A Decade of Ye
Casey Johnston
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I’ma Let You Finish, But This is the Greatest Kanye West Song of All Time

The problem with trying to find the greatest song in a great artist’s catalog is that you keep banging your head against a wall. Like, fuck, this artist has so many great songs. He even released a new one TODAY! How do I pick?

But the more I think about Kanye West’s music and try to find that song, the one song, the definitive song, the song that unequivocally screams— hey, this is the greatest song— the more confused I get. But I think I got it now.

Kanye West’s greatest song, in my opinion, is “Touch The Sky.”

I just listened to every song Kanye West has ever made— even songs he doesn’t even know he’s made, because the internet— and I think I can reasonably surmise that “Touch the Sky” really is it. It’s just that good.

Before I get into why, let me tell you a personal story, partly because I want to make myself feel important and partly because it’s gonna make some sense at the end.

I actually heard “Touch the Sky” about two years before it came out. I was at Baseline Recording Studios interviewing the producer Just Blaze for an unrelated article and we were just kinda bullshitting and he said, “Hey, wanna hear this new Kanye shit I just did?”

I nodded yes, at which point he hooked up his iPod— remember iPods?— to the Digidesign Control 24 console in the studio’s B room and cranked the volume. When you’re in studios, people invariably turn up music to obscenely loud levels to disguise the fact that what you are hearing is most likely really terrible.

But with “Touch the Sky,” that was not the case at all. The minute I heard the opening horns, sampled from Curtis Mayfield’s “Move On Up,” I remember thinking, holy shit, this may be one of the greatest songs I have ever heard in my life. And I still feel that way.

When you’re a music critic or serious music person or someone who just has to think about music a lot, you wind up spending all sorts of time analyzing things and trying to reason why something sounds the way it does. What is the artist trying to say? What does this really mean? Who wrote and produced this thing? Where does this song fit into the larger framework of this artist’s catalog?

Honestly, that’s what being a professional music person is all about. But none of that shit really matters if the song doesn’t feel right, because so much of music, which is a visceral thing— you hear it, after all — is about what your instinctual reaction to it is. So, I always try to imagine that I’m still 12-years-old and that my capacity to think about music in a very intellectual way is sort of limited. That’s the age when all music is special to you, because you don’t really know anything yet.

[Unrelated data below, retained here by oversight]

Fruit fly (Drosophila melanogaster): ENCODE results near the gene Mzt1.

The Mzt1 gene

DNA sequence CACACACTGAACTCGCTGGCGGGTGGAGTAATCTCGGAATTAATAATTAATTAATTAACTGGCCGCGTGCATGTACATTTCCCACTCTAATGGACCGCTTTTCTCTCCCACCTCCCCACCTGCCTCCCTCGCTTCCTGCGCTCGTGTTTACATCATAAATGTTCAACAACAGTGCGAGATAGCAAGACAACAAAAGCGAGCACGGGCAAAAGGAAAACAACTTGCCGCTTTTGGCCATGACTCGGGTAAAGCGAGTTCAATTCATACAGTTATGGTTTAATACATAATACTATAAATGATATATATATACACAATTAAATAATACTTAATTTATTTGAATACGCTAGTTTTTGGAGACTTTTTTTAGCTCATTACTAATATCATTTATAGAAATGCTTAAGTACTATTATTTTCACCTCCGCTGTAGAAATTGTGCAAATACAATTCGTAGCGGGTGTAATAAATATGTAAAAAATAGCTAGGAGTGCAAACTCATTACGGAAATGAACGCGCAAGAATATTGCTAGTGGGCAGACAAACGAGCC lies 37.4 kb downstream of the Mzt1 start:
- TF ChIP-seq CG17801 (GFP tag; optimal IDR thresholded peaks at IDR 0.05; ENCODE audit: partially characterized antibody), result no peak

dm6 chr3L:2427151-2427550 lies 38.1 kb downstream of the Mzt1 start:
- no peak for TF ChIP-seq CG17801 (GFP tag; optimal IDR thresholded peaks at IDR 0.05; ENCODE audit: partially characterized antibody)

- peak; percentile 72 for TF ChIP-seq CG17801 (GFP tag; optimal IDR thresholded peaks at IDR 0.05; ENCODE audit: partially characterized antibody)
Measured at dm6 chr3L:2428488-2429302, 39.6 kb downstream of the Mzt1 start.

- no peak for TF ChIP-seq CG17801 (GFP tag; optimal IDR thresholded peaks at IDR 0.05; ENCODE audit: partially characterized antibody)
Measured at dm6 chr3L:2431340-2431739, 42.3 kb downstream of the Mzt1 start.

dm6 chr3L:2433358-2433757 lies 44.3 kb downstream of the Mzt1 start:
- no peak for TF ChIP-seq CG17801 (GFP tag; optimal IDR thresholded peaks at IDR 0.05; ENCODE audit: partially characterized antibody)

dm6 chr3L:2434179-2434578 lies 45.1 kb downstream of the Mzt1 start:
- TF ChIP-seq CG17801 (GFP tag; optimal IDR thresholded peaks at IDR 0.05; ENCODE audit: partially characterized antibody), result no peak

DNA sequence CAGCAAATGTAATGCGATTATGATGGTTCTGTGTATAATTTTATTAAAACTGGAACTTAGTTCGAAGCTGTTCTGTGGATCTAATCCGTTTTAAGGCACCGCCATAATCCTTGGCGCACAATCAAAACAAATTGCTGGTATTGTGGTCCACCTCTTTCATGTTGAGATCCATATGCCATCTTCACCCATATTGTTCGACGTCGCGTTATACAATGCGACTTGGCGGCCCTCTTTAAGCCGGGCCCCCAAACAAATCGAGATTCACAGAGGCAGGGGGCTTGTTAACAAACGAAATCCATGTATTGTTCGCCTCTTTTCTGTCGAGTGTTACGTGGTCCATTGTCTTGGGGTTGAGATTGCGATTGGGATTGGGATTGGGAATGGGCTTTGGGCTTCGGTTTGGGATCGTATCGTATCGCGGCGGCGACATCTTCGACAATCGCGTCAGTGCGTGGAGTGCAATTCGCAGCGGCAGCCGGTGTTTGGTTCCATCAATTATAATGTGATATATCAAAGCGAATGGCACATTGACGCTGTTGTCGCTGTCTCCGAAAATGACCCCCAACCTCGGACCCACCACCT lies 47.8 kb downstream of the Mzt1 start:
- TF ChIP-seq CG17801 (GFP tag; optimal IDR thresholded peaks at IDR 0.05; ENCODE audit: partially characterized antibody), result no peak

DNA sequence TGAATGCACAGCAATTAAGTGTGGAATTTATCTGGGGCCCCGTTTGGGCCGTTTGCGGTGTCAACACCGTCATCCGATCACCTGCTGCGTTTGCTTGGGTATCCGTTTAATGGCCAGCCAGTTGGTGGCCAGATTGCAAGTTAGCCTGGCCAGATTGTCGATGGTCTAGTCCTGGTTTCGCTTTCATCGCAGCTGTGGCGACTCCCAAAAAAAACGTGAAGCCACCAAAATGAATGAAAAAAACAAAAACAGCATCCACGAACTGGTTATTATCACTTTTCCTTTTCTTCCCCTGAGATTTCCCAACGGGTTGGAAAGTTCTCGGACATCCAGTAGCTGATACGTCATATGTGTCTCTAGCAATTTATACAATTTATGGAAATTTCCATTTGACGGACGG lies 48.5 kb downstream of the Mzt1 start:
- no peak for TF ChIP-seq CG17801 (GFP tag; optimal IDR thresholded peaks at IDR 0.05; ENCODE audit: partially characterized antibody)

And, wow, “Touch the Sky” just feels so amazing. You don’t even really need to listen to the lyrics, because the way it grooves is simply perfect. And there is, undoubtedly, the theme of the song, which in hindsight is not the most complicated thing on earth, but there’s no rule in the book that great art must be. To wit, the chorus:

I gotta testify
Come up in the spot lookin’ extra fly
‘Fore the day I die, I’mma touch the sky
Gotta testify
come up in the spot lookin’ extra fly
‘Fore the day I die, I’mma touch the sky

This is obviously not Bob Dylan-caliber poetry here, but again, maybe on some level it really shows how simple things need to be to make a salient point. The chorus taps into an aspirational vein that courses through an entire generation of young people (and old people, too).

If you think about it, the song was a little ahead of its time. In fact, the words “Touch the Sky” almost sound like something a proverbial Don Draper would come up with for a 60s-era TWA ad campaign. And even now, you see stuff like this— the tag line for Grey Goose vodka is literally, “Fly Beyond.”

“Touch the Sky” is a song that is essentially about Kanye’s struggle— not having money for things; having to wait outside the club to get in; what he would do to pretend he’d made already made it, and doubts about ever making it.

But these are our struggles, too. Anyone who has ever endeavoured to do anything great with their life has had similar thoughts. Most of us, unless we are born into it, spend a large portion of our time outside the club— i.e. the ‘cool people’ club, the elite club, the chummy club of people who appear to have life figured out— putting on a front like we’re in when we’re not, and doubting whether we’ll ever get in anyway. This is our modern society in a nutshell.

That’s just the intellectual part of it though, me thinking about the deeper meaning of the song and all that jazz. If the song didn’t feel the way it did, if the melody wasn’t as memorable, if the drums weren’t as percussive and didn’t cause some sort of emotional response within me, if I didn’t want to literally repeat the words along with Kanye, I don’t think “Touch the Sky” would be just as great as it is.

I love a lot of Kanye’s music and feel very strongly about many of his songs. And even though a lot of them make me feel some kind of way, there isn’t quite another in the catalog that gives me the same feeling as “Touch the Sky.”

Even until this very day, I think, before the day I die, I’m gonna touch the sky. Maybe I never really will. But for four minutes in an otherwise unremarkable and maybe even forgettable life, I feel like I can. And that’s why “Touch the Sky” is the greatest.